If you give it a try, I’d love to see it! I am very active on Instagram at @movethemountains, so don’t forget to tag me. If you would like to learn more about Bible journaling for beginners, I have a free tutorial series called “Tuesdays to Create”: you can sign up for it at

Thanks for joining and journaling with me!

Peace and love,


Amanda Schenkenberger is the voice behind Move the Mountains and a Bible journaling teacher. She has a passion for helping women get into the Word creatively and creates tutorials and kits for Bible journaling beginners and those who don’t feel artsy. Join her free Bible journaling tutorial series called, “Tuesdays to Create” at

Author: Candace Crabtree

I'm Candace and I'm grateful you're here. It is my heart's desire to encourage you while you're visiting and remind your heart of the truths of God's Word and the power of His love to transform lives. Great is His faithfulness! {Note: this blog does use affiliate links.}

6 thoughts on “Glory: A Word Study”

  1. Fantastic lesson. wish you would have placed more examples of effect of Gods Glory from the New Testimeant. There are a lot. Since we are born again new creations and restored in righteousness we can now go boldly before God and see His Glory. John described God In Revelation and He saw Gods Glory and fell down and worshipped Him.
    Thats one thing here in these earthly bodies react to Gods Glory.
    Thats my two
    I did love your study…God bless you.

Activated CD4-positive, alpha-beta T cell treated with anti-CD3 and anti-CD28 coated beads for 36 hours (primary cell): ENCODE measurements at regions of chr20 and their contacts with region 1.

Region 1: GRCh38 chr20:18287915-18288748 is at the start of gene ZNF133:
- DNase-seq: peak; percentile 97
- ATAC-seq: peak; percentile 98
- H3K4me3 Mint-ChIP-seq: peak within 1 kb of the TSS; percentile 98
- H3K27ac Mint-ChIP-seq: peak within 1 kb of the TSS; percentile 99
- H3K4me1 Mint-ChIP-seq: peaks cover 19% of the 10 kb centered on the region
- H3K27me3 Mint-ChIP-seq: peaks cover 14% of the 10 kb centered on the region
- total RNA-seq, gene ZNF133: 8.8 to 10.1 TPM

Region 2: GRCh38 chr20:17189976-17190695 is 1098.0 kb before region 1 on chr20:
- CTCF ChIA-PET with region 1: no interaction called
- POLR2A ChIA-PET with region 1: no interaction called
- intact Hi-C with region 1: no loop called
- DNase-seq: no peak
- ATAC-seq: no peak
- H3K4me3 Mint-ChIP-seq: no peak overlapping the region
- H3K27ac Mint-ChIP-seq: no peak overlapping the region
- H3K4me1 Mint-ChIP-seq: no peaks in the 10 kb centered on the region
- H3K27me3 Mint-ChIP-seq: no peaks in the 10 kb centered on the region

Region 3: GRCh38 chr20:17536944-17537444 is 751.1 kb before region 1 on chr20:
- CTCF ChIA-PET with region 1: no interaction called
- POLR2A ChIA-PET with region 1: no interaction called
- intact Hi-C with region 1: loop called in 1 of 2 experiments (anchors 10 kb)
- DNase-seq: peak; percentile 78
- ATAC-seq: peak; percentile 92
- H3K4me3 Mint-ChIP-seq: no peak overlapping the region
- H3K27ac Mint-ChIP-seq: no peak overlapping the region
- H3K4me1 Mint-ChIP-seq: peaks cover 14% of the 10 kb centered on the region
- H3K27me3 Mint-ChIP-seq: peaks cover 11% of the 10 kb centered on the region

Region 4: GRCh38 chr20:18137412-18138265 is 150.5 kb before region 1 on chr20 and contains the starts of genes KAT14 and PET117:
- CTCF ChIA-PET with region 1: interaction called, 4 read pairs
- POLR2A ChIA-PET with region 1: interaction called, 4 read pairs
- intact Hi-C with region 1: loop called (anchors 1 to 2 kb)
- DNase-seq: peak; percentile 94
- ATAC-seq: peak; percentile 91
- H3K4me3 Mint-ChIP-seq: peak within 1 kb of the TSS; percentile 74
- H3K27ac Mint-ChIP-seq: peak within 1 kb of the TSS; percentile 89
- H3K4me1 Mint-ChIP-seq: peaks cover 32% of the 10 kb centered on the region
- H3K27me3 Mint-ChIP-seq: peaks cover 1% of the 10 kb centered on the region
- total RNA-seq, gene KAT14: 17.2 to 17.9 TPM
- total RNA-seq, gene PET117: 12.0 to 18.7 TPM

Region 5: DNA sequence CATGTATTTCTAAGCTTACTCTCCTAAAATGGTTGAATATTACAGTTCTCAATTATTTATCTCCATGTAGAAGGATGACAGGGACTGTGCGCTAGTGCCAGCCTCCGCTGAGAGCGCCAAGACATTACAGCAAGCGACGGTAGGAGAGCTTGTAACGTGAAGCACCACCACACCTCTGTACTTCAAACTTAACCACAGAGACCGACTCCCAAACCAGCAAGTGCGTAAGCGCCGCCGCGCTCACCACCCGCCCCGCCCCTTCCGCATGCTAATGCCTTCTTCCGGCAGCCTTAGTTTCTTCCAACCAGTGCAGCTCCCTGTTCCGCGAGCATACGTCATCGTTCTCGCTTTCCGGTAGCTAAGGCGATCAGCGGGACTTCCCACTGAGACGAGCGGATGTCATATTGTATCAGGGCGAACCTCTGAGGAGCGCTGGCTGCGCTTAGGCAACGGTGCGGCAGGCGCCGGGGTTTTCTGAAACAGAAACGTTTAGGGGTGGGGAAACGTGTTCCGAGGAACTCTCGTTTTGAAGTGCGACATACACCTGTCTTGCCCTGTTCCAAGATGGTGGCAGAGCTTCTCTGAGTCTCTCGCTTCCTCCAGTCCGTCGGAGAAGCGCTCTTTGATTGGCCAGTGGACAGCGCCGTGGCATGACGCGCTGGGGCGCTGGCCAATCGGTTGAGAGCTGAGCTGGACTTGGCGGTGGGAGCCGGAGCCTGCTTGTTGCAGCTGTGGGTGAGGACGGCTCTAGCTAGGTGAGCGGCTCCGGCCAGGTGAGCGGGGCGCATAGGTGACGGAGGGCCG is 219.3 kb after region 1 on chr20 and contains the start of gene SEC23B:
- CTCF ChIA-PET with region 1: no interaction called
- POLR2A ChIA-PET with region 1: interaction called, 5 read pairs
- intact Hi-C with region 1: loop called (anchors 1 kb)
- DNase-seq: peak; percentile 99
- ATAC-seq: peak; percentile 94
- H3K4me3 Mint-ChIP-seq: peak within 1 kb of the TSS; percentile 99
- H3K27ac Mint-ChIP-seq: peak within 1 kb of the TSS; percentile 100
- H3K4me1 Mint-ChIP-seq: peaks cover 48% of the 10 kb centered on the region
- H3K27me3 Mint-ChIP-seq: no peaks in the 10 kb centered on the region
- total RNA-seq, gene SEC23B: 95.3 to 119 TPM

1. According to John 11, we read that Lazarus of Bethany was sick the brother of Martha and Mary the family of whom Jesus loved. The sisters sent word to Jesus that their brother was sick, but Jesus did not go, instead, he stayed 2 more days in the same place that he was. After that he told his disciples, let us go to Judea. On arriving he found that Lazarus had died and was in the tomb for four days.
      Jesus then told Martha to remove the stone from the tomb. But Martha said to him, Lord, by this time there will be a stench as he has been dead four days.
      But Jesus said to her, Did I not say to you that if you would believe you would see the glory of God? Jesus then calls forth Lazarus in a loud voice and Lazarus came forth from the dead.
      Hence, whatever circumstances we undergo, we have to have faith and believe to experience the glory of God.

    2. Hi Linda,

      There are so many awesome examples of glory throughout the whole Bible, it was so difficult to choose! But for simplicity, I chose to stick with the word for glory from the Old Testament instead of doing both Hebrew and Greek.

      Thank you for your kind words! I’m glad you enjoyed the study. Do you think you’ll do it for the Greek word used for “glory”?

    3. Hi Linda,

      There are so many awesome examples of glory throughout the whole Bible, it was so difficult to choose! But for simplicity, I chose to stick with the word for glory from the Old Testament instead of doing both Hebrew and Greek.

      Thank you for your kind words! I’m glad you enjoyed the study. Do you think you’ll do it for the Greek word used for “glory”?